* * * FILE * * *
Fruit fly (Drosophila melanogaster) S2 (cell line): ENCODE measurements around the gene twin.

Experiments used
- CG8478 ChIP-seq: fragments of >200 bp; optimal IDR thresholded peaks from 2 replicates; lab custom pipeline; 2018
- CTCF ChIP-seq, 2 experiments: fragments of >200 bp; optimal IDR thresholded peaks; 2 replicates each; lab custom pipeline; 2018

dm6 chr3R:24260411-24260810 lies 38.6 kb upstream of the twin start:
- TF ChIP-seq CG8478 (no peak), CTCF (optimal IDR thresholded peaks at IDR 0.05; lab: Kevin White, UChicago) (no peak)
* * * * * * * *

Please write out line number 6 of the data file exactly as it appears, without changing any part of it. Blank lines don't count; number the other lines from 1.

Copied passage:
- TF ChIP-seq CG8478 (no peak), CTCF (optimal IDR thresholded peaks at IDR 0.05; lab: Kevin White, UChicago) (no peak)